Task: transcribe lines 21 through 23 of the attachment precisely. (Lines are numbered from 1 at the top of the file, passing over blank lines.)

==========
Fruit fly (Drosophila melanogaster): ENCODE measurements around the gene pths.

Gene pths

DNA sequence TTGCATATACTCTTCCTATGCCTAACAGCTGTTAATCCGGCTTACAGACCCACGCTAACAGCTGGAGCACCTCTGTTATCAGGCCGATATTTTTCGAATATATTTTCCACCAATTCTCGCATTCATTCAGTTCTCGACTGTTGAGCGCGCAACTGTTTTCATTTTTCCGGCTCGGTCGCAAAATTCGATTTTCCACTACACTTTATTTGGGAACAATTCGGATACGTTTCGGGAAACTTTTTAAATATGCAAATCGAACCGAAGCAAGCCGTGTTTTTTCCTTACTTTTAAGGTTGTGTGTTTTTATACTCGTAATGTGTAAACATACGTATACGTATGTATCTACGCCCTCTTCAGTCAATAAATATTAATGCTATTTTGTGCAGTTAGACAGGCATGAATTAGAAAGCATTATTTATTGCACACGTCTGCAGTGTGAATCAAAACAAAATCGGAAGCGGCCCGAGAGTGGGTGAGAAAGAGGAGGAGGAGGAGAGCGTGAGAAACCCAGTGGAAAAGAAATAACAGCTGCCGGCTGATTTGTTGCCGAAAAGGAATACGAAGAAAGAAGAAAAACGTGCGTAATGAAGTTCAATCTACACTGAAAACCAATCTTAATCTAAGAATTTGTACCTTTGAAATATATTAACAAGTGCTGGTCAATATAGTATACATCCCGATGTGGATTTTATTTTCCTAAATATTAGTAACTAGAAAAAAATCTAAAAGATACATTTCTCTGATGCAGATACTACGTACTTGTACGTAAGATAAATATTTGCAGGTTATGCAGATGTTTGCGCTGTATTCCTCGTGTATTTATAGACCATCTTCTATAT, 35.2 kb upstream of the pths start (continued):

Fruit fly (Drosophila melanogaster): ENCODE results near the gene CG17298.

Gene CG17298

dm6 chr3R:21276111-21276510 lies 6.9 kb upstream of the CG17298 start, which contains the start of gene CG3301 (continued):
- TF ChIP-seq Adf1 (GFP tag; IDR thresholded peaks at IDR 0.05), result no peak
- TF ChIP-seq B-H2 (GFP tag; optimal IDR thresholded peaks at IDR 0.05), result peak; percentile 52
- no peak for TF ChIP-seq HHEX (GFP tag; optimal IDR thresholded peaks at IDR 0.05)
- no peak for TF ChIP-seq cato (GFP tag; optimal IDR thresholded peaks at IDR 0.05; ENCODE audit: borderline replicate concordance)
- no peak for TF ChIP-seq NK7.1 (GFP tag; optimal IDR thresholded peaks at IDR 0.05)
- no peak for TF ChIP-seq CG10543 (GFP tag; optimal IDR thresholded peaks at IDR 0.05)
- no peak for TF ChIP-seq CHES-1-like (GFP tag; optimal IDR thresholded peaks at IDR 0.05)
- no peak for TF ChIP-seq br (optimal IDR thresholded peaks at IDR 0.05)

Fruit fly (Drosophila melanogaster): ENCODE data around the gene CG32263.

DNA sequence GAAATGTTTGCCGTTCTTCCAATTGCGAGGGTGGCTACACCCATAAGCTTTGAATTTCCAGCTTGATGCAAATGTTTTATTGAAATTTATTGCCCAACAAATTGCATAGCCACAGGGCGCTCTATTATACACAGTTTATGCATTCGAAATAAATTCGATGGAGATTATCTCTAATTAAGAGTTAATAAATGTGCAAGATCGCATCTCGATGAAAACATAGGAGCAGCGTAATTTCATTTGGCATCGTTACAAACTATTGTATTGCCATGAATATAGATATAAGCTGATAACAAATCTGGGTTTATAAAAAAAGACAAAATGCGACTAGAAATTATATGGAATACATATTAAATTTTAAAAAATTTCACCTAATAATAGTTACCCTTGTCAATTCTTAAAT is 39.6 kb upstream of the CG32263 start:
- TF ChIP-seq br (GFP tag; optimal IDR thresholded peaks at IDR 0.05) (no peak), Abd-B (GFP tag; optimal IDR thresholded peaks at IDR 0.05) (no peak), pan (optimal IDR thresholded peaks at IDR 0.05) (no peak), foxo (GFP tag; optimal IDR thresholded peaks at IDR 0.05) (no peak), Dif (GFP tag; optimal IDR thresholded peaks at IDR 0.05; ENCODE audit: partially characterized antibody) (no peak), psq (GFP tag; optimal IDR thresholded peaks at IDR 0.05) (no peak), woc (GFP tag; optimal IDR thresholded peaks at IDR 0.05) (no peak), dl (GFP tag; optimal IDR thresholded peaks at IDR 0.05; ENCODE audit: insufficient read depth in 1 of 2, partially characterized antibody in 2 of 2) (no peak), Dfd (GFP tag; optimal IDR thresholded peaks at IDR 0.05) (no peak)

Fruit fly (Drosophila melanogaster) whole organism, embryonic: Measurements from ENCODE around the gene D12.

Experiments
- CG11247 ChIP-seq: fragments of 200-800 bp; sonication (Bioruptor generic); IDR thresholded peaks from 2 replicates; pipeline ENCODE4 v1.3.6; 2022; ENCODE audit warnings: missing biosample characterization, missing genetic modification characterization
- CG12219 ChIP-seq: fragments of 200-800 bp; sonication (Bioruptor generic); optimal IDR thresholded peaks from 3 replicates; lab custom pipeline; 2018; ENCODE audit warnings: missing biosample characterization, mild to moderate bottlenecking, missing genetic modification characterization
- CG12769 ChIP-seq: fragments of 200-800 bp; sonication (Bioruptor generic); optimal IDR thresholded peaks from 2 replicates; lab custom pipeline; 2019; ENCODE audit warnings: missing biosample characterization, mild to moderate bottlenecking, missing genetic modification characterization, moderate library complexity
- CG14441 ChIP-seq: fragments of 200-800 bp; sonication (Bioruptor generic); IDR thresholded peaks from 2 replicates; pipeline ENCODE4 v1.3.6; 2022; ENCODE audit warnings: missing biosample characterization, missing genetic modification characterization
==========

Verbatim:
- CG12219 ChIP-seq: fragments of 200-800 bp; sonication (Bioruptor generic); optimal IDR thresholded peaks from 3 replicates; lab custom pipeline; 2018; ENCODE audit warnings: missing biosample characterization, mild to moderate bottlenecking, missing genetic modification characterization
- CG12769 ChIP-seq: fragments of 200-800 bp; sonication (Bioruptor generic); optimal IDR thresholded peaks from 2 replicates; lab custom pipeline; 2019; ENCODE audit warnings: missing biosample characterization, mild to moderate bottlenecking, missing genetic modification characterization, moderate library complexity
- CG14441 ChIP-seq: fragments of 200-800 bp; sonication (Bioruptor generic); IDR thresholded peaks from 2 replicates; pipeline ENCODE4 v1.3.6; 2022; ENCODE audit warnings: missing biosample characterization, missing genetic modification characterization